Bariatric surgery reduces risk for certain cancers
Bariatric surgery appeared associated with reduced risk for certain obesity-associated malignancies, according to results of a retrospective cohort study.
Study participants demonstrated reduced risks for endometrial, colon and postmenopausal breast cancers.
"What is surprising is how great the risk of cancer was reduced." Daniel P. Schauer, MD, MSc, associate professor of internal medicine at University of Cincinnati College of Medicine, said in a press release. "[This] study provides an additional reason to consider bariatric surgery."
Schauer and colleagues reviewed medical data from 22,198 patients who underwent bariatric surgery between 2005 and 2012. Follow-up continued through 2014.
Researchers compared individuals who underwent bariatric surgery with 66,427 nonsurgical patients matched for sex, age, BMI and Elixhauser Comorbidity Index. Investigators used multivariable Cox proportional hazards models to assess incident cancers in the two groups.
Shauer and colleagues identified 2,543 incident cancers during mean follow-up of 3.5 years.
Participants who underwent bariatric surgery demonstrated a 33 percent reduced risk for any cancer type.
Risk reductions were greatest for obesity-associated cancers. Specifically, researched resported statistically significantly lower risks for colon cancer, postmenopausal breast cancer, endometrial cancer and pancreatic cancer among those who underwent bariatric surgery.
HemOnc Today spoke with Schauer about the study, the implications of these results, the potential explanations for the findings and the questions that still must be answered in subsequent research.
Question: How did this study come about?
Answer: This study stemmed from the CDC report that indicated up to 44 percent of cancers were related to being overweight or obese. We wanted to find out if losing weight through bariatric surgery would reduce the risk for cancer.
Q: How did you conduct the study?
A: We pooled data from the Kaiser Permanente database on more than 22,000 pateints who underwent bariatric surgery. We carefully matched these patients with more than 66,000 controls. We then followed the cohort for up to 10 years to assess if they developed cancer.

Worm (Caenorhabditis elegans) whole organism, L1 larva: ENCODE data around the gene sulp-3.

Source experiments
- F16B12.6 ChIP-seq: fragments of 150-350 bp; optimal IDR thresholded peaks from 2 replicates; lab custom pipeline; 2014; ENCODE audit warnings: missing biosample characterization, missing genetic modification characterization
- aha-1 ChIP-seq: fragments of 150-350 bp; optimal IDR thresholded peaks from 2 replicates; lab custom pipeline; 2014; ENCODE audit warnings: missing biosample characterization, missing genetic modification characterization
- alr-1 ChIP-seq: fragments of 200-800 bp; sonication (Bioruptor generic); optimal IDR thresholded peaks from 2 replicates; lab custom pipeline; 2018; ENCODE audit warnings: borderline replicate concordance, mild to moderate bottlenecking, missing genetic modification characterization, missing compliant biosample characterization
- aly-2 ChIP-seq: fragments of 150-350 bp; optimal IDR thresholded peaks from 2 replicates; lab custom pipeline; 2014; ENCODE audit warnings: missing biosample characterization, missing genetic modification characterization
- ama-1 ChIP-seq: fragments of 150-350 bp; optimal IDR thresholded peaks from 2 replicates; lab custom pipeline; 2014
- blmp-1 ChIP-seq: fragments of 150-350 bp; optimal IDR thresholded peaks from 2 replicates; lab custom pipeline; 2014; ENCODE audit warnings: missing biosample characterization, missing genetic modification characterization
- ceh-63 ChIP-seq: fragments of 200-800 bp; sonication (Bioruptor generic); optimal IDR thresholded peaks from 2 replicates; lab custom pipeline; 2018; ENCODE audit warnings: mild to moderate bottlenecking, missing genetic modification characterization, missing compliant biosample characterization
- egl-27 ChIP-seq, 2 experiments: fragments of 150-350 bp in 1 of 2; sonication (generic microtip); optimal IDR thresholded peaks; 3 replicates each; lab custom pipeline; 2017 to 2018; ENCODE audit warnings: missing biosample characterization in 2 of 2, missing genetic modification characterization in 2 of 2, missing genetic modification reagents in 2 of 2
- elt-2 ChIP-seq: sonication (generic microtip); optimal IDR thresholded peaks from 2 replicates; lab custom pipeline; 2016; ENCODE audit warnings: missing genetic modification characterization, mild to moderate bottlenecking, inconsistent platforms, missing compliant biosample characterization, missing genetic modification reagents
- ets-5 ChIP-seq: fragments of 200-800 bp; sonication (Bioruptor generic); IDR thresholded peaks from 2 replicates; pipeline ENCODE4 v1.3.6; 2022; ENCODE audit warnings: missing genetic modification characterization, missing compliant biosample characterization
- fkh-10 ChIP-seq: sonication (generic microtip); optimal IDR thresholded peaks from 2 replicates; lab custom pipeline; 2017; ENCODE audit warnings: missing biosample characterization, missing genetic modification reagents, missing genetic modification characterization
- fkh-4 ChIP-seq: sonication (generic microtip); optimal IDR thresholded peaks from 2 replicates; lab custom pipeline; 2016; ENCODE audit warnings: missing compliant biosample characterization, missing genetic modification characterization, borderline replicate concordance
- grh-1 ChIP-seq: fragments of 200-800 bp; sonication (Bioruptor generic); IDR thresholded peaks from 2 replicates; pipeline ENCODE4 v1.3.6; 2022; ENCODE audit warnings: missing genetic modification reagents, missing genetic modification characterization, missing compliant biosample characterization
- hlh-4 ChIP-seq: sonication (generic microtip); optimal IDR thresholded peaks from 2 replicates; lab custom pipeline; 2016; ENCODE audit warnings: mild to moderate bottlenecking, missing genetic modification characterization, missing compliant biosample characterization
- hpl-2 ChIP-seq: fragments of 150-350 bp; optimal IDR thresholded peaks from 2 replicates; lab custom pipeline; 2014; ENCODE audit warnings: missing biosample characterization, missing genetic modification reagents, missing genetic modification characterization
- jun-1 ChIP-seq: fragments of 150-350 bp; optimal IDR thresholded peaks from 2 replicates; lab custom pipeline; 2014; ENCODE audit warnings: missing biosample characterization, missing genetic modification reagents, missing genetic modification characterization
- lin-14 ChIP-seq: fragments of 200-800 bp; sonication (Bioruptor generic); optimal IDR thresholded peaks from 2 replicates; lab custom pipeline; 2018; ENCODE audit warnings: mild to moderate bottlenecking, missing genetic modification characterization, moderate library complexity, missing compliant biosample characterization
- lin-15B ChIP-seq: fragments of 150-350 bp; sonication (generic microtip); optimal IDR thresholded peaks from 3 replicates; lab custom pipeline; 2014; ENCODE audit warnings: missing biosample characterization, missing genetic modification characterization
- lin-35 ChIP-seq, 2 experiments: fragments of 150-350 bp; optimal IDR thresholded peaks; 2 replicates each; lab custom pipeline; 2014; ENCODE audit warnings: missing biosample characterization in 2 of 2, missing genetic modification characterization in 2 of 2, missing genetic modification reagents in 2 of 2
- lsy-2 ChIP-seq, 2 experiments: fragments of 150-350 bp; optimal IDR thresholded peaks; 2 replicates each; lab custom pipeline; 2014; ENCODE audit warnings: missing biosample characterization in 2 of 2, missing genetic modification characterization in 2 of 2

Q: What did you find?
A: Overall, having bariatric surgery reduced cancer risk by one-third. When we specifcally looked at the 13 obesity-related cancers - breast, colorectal, endometrial, gallbladder, gastric cardia, kidney, liver, ovarian, pancreatic and thyroid cancers, esophageal adenocarcinoma, meningioma and multiple myeloma - we found the risk for cancer was reduced more than 40 percent for all patients. Cancers not associated with obesity were reduced by 23 percent with bariaric surgery.
Q: What are the clinical implications of the findings?
A: Having bariatric surgery reduces the risk for cancer, and this can be helpful for patients considering the procedure. There are a lot of other reasons to have bariatric surgery that may be as important, such as reductions in the risk for diabetes and hypertension, as well as improved survival. Our data add to evidence suggesting the benefits of bariatric surgery.
Q: What are the potential explanations of the se findings?
A: There are many reasons why bariatric surgery reduces the risk for cancer. For one, weight loss itself reduces the risk. By losing weight, a lot of changes occur within the body. For example, estrogen increases the risk for postmenopausal breast cancer and endometrial cancer, and the amount of circulating estrogen goes down among women who undergo bariatric surgery. When the amount of estrogen is decreased, the risk for those cancers also decreases. For some of the other cancer types, it may be due to decreased inflamation in the body.
Q: Did any of the findings suprise you?
A: We hoped to see the reduction in the risk for cancer, but we were surprised by the magnitude of the reduction.
Q: Why might the risk for some cancer types be reduced by bariatric surgery but not others?
A: It may be that they are not as strongly associated with obesity, so weight loss will have less of an impact on them. Also, longer follow-up may be necessary to see changes in the risk for these cancers. However, further research is needed to answer these questions.
Q: What questions must be answered in subsequent research?
A: We did not find any reductions in the risk for cancers among men. Part of this is because we did not have a lot of men in our study, so we need a larger study including men to see if weight loss is important for reducing the risk for certain cancers. In addition, we looked only at cancers that occurred after bariatric surgery. It is unknown what happens among patients who have had cancer and then undergo bariatric surgery. Does this surgery decrease their risk for recurrence? We need to look into this with additional research. We also did not look at survival after a cancer diagnosis, so this needs to be explored.
By Jennifer Southall